SFGH 7.31 AM Report Pearls: Abdominal Wall Abscess

Take home pearls from the case:

  • Intra-abdominal infections can be classified as “uncomplicated” (intramural GI tract involvement without anatomic disruption) and “complicated” (extend beyond the source organ to the peritoneal space – abscesses count here!)
  • Abdominal abscesses usually contain 4-6 type of colonic flora (just like this patient!) with B. Fragilis and E. coli being the most common dominant isolates
  • The most common underlying etiologies are appendicitis, diverticulitis, colon cancer, IBD and colonic surgery.
  • Percutaneous drainage is as efficacious as surgical drainage for source control if there is no known ongoing source of peritoneal contamination
  • Systemic antibiotics should be given for complicated intra-abdominal infection for 1-2 weeks, and further treatment needs should be based on repeat imaging
    • ***Updated info (thanks to Brad and Ali Khaki for being so up to date with the literature!) – A recent NEJM article showed that, after source control, a short course of about 4 days of antibiotics resulted in similar outcomes with a longer course of about 8 day (link to the article below)***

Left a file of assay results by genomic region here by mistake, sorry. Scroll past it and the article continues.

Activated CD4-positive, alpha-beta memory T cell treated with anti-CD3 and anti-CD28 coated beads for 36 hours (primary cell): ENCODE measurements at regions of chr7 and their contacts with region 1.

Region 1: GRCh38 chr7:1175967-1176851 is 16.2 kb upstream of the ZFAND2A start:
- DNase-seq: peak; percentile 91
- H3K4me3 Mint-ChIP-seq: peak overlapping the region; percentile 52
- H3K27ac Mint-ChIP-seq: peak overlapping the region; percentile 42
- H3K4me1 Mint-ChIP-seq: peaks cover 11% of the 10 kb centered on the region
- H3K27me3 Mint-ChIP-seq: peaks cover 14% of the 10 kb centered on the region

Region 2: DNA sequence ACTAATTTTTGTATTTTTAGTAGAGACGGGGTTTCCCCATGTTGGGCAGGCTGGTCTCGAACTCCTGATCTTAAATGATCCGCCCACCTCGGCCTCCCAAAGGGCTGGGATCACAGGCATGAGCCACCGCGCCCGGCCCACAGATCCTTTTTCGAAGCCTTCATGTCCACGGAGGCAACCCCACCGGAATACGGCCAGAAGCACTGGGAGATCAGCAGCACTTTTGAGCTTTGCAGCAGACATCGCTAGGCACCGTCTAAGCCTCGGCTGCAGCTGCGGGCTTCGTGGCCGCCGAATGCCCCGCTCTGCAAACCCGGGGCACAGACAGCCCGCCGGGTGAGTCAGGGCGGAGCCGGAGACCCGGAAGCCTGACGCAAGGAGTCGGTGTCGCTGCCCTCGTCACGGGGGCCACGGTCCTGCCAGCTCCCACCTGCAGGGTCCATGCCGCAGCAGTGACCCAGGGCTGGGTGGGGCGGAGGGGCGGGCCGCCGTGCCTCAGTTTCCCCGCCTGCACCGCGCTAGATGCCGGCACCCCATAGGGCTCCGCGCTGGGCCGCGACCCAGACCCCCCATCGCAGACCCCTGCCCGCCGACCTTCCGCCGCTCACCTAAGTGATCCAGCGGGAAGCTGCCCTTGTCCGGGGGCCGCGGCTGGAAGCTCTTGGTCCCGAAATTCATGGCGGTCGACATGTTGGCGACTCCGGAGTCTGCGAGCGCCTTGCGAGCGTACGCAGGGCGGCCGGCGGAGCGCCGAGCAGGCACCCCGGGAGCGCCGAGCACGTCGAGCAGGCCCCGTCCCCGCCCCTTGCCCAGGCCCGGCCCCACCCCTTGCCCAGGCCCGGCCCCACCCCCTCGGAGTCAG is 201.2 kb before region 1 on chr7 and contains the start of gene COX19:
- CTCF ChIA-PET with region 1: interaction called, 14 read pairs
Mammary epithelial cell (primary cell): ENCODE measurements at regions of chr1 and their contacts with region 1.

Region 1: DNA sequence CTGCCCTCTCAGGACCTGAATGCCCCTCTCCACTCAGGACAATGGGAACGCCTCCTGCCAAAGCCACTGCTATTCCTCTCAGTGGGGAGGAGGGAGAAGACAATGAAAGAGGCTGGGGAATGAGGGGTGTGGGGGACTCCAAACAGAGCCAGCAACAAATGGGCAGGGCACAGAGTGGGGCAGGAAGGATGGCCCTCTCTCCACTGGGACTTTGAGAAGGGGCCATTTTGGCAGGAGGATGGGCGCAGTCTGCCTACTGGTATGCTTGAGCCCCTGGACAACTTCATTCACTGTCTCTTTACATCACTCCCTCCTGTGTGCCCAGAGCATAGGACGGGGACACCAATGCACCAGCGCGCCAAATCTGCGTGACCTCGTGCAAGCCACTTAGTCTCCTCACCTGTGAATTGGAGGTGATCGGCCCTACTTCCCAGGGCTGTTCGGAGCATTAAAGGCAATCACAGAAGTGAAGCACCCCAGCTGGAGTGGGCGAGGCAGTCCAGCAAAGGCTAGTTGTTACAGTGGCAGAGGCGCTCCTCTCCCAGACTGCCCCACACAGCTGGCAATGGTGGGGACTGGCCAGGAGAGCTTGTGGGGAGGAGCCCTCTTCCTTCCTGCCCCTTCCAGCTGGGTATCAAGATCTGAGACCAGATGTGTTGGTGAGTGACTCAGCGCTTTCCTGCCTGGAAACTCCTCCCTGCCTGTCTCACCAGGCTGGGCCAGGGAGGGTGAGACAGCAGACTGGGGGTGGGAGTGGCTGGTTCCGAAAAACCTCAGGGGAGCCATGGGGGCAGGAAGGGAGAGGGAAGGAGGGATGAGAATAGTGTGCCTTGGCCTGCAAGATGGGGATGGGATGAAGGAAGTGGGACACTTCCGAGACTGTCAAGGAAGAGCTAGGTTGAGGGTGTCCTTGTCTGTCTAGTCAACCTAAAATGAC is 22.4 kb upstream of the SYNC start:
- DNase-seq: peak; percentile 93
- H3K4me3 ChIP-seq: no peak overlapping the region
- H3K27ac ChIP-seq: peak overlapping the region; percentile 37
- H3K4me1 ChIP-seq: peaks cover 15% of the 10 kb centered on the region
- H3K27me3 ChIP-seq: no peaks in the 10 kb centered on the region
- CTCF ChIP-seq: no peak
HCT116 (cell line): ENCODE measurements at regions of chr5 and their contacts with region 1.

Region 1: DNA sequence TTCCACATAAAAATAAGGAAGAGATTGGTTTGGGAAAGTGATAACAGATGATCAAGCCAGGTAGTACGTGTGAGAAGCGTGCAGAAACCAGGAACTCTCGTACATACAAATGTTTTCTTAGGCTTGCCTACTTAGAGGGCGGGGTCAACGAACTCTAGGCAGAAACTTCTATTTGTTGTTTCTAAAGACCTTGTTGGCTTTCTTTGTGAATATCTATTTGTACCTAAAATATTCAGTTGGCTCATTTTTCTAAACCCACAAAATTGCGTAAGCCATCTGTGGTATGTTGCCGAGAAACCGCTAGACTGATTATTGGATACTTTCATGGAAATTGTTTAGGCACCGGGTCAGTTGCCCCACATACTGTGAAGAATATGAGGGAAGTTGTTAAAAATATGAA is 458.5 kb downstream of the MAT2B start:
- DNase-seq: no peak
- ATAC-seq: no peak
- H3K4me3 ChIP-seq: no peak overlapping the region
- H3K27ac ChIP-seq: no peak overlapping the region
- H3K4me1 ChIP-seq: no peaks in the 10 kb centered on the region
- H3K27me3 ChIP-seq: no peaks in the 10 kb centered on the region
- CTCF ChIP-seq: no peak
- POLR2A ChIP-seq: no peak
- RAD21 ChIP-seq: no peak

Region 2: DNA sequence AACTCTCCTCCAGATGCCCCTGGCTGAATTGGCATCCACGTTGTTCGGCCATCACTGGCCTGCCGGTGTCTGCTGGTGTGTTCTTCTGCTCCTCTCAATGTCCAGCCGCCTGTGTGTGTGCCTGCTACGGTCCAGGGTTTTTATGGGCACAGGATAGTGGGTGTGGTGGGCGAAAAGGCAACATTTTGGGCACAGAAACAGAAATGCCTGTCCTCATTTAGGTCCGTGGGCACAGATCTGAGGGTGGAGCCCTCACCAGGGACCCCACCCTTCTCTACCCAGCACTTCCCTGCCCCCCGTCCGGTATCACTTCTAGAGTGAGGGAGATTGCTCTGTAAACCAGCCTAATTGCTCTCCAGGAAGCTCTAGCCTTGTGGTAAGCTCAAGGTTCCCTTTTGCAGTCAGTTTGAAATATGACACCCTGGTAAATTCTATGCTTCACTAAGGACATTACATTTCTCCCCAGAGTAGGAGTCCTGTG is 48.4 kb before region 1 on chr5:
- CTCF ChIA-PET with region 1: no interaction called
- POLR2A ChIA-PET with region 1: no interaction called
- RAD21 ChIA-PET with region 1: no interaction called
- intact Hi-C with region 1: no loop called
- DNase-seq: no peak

• Remember to do a bi-manual pelvic exam (you can skip the speculum!) and check obturator and psoas signs if abdominal abscess is on your differential!

***Sawyer, et al. Trial of short-course antimicrobial therapy for intraabdominal infection. New Engl J Med 2015; 372:1996-2005.


Brook I, Frazier EH. Aerobic and anaerobic microbiology in intra-abdominal infections associated with diverticulitis. J Med Microbiol 2000; 49:827.

Lopez N, Kobayashi L, Coimbra R. A comprehensive review of abdominal infections. World J Emerg Surg. Feb 2011; 6:-7.

Evernote Link: https://www.evernote.com/shard/s300/sh/b23eb392-025e-4625-b63d-a1a756ab6bda/adc8d3cbffeb6a8d717a8949f3aa02e6


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